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Wednesday, January 21, 2009

A horse of a different color.

A long time ago I wrote a post dealing with a detestable little tactic deployed to infringe on women's reproductive rights. Specifically, I wrote about the moves by some pharmacists to refuse to dispense birth control medication because it was against their own morality. My position at the time was that, while I disagreed with what these pharmacists were doing, I didn't believe it was criminal behavior. I instead considered it to be civil disobedience- a type of protest on a par with sit-ins at lunch counters- and argued that while it was reasonable and appropriate to remove these persons as unable to perform their job duties, the manner of their protest was a long honored part of American democracy. I was not, of course, insensitive to the hardships this would impose on women in the meantime, but I find it difficult to adjudicate between two people's legitimate claim on their own civil rights.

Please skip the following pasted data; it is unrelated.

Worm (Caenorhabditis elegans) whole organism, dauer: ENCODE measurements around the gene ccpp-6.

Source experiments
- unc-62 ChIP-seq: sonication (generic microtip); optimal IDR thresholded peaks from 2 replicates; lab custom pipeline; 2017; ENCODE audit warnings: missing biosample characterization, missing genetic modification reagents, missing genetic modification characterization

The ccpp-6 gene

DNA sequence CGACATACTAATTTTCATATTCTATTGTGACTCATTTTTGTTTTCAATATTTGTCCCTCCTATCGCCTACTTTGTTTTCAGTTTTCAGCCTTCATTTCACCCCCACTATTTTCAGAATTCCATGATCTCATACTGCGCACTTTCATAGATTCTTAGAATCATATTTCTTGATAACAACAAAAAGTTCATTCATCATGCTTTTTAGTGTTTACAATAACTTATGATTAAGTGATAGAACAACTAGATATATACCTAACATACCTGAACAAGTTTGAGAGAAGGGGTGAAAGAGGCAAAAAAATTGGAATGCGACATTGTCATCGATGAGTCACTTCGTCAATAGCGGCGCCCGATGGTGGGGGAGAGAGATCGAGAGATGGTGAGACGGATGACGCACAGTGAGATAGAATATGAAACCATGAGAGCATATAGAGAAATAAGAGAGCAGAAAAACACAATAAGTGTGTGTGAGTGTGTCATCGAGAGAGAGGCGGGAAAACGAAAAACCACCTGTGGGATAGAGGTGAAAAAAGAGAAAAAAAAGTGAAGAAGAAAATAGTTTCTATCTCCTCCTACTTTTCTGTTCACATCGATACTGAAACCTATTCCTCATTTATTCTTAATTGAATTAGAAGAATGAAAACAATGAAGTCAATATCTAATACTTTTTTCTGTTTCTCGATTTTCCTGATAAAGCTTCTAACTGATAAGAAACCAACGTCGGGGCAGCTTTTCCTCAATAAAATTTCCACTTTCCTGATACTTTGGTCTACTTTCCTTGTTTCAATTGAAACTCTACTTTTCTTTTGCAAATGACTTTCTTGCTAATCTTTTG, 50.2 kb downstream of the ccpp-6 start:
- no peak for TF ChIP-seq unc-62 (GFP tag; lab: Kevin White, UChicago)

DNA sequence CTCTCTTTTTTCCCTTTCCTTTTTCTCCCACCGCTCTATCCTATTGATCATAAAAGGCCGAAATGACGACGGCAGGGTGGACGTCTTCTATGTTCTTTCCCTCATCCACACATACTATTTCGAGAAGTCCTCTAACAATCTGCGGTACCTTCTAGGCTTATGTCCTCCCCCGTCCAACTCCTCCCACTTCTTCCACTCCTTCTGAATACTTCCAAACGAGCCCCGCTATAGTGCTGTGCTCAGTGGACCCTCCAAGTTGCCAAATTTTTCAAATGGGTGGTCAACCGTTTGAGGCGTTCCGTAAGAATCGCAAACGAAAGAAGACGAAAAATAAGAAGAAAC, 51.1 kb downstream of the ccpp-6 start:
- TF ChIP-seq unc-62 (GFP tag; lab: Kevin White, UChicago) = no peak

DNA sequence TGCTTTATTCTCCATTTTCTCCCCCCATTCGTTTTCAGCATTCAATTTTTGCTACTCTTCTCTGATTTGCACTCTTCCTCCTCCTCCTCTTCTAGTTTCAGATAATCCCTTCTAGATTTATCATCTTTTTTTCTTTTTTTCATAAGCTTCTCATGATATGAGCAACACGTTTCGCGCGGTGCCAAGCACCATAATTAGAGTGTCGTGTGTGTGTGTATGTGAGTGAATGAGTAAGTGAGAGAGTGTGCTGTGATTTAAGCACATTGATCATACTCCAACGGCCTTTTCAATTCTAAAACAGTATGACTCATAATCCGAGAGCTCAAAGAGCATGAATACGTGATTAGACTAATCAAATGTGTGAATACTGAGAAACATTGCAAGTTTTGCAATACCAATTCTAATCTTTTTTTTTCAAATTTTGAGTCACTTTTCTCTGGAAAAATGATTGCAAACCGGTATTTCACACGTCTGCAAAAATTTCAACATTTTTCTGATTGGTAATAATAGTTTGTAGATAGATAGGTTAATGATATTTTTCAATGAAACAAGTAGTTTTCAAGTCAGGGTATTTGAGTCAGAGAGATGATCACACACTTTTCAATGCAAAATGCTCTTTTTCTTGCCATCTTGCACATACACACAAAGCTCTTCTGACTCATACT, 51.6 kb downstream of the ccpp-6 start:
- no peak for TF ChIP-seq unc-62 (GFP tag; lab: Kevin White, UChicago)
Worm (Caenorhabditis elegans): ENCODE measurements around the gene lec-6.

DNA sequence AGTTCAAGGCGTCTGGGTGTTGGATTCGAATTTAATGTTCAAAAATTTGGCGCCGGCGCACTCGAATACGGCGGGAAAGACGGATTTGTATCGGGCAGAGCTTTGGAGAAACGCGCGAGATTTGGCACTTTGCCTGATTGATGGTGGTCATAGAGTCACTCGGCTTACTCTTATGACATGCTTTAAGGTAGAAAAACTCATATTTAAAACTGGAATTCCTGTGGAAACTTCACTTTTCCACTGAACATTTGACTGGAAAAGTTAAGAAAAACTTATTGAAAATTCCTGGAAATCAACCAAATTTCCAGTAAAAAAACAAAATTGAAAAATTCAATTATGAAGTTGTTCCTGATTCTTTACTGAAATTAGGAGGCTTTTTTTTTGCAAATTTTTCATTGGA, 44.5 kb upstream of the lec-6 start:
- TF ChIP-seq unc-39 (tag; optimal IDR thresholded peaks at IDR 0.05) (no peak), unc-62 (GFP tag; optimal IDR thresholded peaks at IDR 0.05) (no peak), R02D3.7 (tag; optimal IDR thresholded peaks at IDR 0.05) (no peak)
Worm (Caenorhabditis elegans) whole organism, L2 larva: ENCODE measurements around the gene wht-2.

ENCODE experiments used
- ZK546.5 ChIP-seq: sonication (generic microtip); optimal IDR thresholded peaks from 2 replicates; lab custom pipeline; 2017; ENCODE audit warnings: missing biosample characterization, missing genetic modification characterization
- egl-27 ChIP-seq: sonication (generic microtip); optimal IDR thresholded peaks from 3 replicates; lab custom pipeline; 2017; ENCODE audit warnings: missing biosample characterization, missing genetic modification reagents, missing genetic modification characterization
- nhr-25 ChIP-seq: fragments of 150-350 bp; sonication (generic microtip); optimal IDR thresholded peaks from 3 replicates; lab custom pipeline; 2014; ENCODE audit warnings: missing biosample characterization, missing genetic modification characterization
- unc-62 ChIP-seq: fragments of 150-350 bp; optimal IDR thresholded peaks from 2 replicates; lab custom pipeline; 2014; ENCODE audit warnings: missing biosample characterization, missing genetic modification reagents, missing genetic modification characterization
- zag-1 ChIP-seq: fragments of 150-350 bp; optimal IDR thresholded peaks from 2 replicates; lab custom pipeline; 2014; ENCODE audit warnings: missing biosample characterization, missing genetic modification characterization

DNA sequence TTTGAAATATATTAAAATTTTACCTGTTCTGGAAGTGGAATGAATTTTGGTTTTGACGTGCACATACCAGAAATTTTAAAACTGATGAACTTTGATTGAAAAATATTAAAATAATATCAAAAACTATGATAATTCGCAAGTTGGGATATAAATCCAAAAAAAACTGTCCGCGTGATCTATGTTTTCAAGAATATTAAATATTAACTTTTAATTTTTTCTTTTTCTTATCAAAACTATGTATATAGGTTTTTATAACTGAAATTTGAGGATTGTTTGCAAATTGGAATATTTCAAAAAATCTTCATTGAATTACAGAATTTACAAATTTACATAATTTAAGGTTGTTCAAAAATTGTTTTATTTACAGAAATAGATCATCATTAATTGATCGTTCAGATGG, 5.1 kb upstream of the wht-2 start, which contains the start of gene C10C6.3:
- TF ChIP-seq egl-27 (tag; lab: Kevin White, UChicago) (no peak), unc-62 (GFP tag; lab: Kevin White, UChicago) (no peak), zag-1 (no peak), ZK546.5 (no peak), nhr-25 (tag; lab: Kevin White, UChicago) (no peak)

Since then, I have on several occasions written about various issues surrounding the birth control and abortion debates, mostly supporting women's free access to both. Indeed, I got rather a bit wound up about the South Dakota abortion ban- particularly their bogus and thoroughly insulting "exemption" from it. Likewise I got pretty annoyed when a rape victim, who was arrested for unrelated reasons, was denied the morning after pill because the jail worker had moral objections to it. And if you've been paying attention, you've probably figured out that I am both pro-choice and pro-birth control. I actually think that for the long-term survival and well-being of the human race, birth control rates up there with fire and vaccines as truly outstanding inventions.